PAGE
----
If you've forgotten how wonderful Escape from New York is, here are some reminders:
Snake Plissken: His past is so checkered the movie won't even tell us about it. Why is he infamous? Why does everyone think he's dead? How Brain double-cross him in the past? And how did he lose his eye? Filling in our own holes [intended!] is far more fun than anything the movie could offer, but really, even his mysteries are shrouded in mystery.
Full drag cabaret: Four guys in Victorian style drag, accompanied by a gypsy-bohemian band, sing the catchiest song known to man to a theater speckled with solemn criminals. Either the seedy audience takes theater very seriously or they are completely unmoved by anything. Except for Ernest Borgnine who is bouncing in his seat with glee...
Cabbie: It's always a good time when Ernest Borgnine shows up in a film, but this is our favorite of his later roles. Cabbie is fun, cowardly, full of convenient timing; no one could have done it better.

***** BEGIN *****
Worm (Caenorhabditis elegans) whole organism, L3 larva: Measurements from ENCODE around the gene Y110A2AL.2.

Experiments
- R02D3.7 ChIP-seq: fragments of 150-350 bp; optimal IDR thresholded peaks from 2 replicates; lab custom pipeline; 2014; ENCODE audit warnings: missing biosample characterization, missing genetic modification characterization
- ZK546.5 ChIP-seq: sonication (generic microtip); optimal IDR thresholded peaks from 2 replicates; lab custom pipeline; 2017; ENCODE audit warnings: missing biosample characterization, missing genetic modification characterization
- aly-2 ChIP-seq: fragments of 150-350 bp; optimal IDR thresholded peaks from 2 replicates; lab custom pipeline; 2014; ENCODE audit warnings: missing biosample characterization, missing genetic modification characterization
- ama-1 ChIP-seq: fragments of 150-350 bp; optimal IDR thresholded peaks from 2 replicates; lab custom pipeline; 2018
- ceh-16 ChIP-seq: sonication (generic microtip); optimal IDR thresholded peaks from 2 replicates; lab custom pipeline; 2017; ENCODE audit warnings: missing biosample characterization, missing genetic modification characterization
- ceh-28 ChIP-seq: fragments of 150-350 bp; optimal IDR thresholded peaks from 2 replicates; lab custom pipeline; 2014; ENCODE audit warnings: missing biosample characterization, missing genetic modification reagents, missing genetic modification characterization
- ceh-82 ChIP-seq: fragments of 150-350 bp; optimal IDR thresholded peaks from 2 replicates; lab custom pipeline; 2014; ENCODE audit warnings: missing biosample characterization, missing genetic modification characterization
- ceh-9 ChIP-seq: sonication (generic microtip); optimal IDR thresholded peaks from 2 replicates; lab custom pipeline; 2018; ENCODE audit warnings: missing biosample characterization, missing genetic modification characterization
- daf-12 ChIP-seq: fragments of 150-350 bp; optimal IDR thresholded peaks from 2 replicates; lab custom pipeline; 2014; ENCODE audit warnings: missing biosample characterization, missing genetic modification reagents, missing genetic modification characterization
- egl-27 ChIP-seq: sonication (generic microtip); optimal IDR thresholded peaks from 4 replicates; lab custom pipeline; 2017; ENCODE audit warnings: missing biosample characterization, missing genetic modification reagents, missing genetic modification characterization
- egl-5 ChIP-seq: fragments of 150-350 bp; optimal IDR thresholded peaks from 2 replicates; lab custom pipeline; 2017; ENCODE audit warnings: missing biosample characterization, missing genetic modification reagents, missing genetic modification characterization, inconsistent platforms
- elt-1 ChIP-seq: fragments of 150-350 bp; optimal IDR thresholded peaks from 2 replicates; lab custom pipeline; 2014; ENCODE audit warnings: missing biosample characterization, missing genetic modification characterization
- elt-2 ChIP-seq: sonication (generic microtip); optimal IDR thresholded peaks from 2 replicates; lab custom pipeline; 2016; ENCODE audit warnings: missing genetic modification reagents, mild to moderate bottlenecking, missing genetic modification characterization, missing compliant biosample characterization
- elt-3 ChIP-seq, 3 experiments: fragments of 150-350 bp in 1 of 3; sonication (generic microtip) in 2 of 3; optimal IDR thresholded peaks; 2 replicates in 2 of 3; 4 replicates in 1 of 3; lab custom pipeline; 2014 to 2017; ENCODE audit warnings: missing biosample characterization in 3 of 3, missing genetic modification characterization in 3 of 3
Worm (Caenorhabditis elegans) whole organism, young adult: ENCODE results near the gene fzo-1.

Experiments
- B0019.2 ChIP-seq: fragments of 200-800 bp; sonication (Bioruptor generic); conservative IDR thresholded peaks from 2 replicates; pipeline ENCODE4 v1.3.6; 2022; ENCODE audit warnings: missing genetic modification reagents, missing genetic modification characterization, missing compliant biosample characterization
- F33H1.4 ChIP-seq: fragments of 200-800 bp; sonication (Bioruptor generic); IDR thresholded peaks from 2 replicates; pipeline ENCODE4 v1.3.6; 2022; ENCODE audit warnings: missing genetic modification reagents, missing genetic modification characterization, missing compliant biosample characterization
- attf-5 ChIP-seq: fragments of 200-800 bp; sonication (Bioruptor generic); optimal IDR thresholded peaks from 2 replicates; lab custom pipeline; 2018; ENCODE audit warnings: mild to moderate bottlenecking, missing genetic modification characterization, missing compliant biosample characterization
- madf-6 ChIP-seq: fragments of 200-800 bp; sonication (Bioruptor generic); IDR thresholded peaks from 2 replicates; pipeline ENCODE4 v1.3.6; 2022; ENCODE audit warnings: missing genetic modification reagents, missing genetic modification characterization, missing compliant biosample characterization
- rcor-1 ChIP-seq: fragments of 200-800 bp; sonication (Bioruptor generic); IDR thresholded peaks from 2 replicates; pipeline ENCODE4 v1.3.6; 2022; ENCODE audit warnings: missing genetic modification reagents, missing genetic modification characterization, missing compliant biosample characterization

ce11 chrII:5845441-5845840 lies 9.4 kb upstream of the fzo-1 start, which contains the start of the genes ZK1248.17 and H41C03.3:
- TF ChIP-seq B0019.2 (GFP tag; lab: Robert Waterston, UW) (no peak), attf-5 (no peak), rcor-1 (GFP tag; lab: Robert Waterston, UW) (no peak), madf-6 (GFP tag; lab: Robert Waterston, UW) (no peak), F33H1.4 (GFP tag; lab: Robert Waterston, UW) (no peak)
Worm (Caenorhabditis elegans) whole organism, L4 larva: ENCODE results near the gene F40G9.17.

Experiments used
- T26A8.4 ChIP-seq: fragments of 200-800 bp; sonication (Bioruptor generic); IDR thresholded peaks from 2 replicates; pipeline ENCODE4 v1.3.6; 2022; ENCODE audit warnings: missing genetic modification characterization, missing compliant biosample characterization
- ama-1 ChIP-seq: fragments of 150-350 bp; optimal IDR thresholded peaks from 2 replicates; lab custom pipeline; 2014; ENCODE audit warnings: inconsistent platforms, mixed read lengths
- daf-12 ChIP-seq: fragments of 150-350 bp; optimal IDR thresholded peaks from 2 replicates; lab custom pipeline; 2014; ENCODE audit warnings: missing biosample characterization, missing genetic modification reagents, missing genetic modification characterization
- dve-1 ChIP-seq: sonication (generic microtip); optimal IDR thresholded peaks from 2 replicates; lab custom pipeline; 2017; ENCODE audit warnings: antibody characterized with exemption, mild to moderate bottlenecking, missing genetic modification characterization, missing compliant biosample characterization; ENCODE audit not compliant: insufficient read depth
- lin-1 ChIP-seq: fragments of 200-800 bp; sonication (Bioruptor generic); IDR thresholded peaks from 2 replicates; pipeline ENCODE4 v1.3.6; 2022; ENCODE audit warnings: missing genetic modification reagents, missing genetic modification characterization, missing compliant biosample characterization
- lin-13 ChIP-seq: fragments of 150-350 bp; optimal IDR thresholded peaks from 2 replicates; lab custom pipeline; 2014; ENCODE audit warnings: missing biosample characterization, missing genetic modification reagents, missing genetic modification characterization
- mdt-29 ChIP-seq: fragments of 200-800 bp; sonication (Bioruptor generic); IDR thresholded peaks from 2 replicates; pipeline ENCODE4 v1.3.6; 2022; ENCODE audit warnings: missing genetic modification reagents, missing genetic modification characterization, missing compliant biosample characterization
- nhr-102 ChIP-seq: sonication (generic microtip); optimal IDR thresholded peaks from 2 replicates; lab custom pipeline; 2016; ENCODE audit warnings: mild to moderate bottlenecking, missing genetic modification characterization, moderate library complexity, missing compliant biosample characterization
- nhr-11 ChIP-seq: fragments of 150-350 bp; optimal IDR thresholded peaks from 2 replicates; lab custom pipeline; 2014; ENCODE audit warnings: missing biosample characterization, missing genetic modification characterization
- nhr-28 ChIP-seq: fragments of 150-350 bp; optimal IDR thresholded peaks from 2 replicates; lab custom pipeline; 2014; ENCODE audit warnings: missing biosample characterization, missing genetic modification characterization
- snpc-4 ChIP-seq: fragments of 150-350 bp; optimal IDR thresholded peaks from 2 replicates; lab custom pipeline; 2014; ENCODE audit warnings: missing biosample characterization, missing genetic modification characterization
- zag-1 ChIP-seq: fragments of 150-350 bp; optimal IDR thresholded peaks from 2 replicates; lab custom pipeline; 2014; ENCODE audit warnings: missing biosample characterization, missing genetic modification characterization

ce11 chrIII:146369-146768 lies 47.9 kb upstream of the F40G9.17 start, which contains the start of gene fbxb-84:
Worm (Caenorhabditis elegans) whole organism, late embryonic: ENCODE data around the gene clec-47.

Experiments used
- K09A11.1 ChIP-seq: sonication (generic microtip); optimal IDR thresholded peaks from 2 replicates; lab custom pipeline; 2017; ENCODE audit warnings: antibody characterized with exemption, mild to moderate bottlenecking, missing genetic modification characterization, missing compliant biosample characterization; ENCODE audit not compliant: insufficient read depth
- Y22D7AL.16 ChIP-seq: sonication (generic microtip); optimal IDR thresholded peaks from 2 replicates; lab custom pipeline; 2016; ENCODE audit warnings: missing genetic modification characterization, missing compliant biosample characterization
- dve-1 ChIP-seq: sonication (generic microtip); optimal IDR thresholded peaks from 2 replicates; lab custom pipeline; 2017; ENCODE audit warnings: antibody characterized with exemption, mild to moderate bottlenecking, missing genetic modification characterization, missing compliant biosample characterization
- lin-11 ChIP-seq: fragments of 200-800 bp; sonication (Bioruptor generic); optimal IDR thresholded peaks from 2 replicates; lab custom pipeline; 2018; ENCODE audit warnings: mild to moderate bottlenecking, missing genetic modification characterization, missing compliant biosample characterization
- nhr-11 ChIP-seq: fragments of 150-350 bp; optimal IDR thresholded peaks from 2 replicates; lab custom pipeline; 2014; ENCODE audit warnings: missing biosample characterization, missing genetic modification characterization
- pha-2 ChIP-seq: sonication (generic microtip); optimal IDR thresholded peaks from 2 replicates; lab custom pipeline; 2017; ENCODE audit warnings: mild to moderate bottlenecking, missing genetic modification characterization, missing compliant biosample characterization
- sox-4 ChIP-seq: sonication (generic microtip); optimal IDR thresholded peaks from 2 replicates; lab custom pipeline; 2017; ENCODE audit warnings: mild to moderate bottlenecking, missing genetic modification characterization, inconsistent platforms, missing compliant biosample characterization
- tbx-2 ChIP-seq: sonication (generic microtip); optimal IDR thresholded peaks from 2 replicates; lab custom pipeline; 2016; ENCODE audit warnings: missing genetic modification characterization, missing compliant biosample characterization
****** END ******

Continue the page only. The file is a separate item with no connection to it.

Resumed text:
Green grids of the future: It's easy to take shots at Si-Fi missing the mark on their future technology, but this movie makes it hard to know where to start. Maybe the mobile phone that is larger than any object we've ever seen placed to someones ear. Maybe the tracking device that is a red dot on a mostly unmarked grid. Maybe the super top secret government information recorded to a audio cassette tape...
The supporting cast dreams are made of: Lee Van Cleef, Adrienne Barbeau, Harry Dean Stanton, Isaac Hayes, Tom Atkins, and Donald Pleasence as the President! If you asked for more, you'd just be greedy!
A soundtrack to stand the test of time: Uniquely minimalistic and dark for electronic music at the time, it was as influential to electronic musicians then as it is now. It's arguably the best Carpenter/Howarth collaboration, and it's a soundtrack well worn in our house.